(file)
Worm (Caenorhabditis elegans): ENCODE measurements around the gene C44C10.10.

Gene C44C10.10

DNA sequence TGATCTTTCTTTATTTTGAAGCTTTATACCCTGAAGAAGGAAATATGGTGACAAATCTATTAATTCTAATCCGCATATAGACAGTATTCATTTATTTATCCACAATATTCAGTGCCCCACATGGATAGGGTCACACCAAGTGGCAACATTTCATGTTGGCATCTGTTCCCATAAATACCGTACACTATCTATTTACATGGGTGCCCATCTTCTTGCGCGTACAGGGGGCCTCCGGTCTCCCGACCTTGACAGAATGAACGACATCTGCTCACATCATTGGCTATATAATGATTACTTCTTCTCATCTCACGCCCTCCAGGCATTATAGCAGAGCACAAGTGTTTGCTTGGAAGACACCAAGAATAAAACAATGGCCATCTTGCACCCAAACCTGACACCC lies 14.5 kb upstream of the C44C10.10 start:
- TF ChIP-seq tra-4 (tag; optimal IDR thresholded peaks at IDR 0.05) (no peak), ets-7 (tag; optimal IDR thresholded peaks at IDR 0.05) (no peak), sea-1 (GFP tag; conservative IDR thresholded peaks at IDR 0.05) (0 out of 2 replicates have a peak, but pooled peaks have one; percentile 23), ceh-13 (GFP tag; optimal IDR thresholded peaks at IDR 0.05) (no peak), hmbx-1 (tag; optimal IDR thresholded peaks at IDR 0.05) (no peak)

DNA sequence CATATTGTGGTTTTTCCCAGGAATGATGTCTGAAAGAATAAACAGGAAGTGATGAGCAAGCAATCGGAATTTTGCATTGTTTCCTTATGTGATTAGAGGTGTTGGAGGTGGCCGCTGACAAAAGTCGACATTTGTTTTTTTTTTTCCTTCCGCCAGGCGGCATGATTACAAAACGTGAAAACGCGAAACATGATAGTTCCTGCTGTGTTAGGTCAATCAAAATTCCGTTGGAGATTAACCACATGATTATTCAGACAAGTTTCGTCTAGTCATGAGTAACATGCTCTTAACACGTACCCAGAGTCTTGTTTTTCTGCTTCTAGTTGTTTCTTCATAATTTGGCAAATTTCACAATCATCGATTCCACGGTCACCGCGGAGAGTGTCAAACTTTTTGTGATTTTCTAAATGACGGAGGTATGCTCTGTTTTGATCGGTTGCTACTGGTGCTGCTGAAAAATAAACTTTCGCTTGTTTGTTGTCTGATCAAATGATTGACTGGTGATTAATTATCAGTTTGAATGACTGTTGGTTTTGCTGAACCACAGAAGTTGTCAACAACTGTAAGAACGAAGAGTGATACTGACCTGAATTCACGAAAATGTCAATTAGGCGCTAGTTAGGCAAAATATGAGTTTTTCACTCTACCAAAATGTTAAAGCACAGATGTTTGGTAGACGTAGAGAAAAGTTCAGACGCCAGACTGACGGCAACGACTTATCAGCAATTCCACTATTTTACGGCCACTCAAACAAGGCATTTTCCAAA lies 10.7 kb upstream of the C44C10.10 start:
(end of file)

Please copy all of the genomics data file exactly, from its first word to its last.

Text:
Worm (Caenorhabditis elegans): ENCODE measurements around the gene C44C10.10.

Gene C44C10.10

DNA sequence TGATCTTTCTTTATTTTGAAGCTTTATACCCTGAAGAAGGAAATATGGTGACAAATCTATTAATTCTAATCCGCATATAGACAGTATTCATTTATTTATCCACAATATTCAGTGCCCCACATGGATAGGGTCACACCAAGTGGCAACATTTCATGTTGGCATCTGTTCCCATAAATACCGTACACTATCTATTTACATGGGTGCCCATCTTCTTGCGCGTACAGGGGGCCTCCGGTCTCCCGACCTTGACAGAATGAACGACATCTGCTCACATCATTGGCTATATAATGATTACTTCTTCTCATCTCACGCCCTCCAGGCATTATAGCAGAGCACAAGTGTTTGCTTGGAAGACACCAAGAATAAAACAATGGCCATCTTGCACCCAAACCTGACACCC lies 14.5 kb upstream of the C44C10.10 start:
- TF ChIP-seq tra-4 (tag; optimal IDR thresholded peaks at IDR 0.05) (no peak), ets-7 (tag; optimal IDR thresholded peaks at IDR 0.05) (no peak), sea-1 (GFP tag; conservative IDR thresholded peaks at IDR 0.05) (0 out of 2 replicates have a peak, but pooled peaks have one; percentile 23), ceh-13 (GFP tag; optimal IDR thresholded peaks at IDR 0.05) (no peak), hmbx-1 (tag; optimal IDR thresholded peaks at IDR 0.05) (no peak)

DNA sequence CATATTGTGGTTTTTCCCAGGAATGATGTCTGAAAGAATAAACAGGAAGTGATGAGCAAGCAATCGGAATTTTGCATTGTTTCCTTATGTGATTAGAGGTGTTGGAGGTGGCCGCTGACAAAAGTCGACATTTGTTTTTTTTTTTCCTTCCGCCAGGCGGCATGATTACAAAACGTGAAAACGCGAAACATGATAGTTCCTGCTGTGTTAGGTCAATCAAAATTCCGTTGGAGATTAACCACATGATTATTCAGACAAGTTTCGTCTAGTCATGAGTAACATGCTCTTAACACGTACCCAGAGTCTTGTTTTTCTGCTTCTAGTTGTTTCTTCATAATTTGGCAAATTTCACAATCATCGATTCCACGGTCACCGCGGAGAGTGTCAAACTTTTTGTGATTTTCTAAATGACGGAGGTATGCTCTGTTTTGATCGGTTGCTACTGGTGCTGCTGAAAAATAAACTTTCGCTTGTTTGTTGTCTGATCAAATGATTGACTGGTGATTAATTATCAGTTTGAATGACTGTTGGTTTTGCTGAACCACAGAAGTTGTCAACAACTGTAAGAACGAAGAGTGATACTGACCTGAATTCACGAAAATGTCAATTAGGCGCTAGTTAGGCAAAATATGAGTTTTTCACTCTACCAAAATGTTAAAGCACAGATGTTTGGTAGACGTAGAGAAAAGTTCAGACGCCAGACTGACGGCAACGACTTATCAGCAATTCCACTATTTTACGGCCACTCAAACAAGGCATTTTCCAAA lies 10.7 kb upstream of the C44C10.10 start: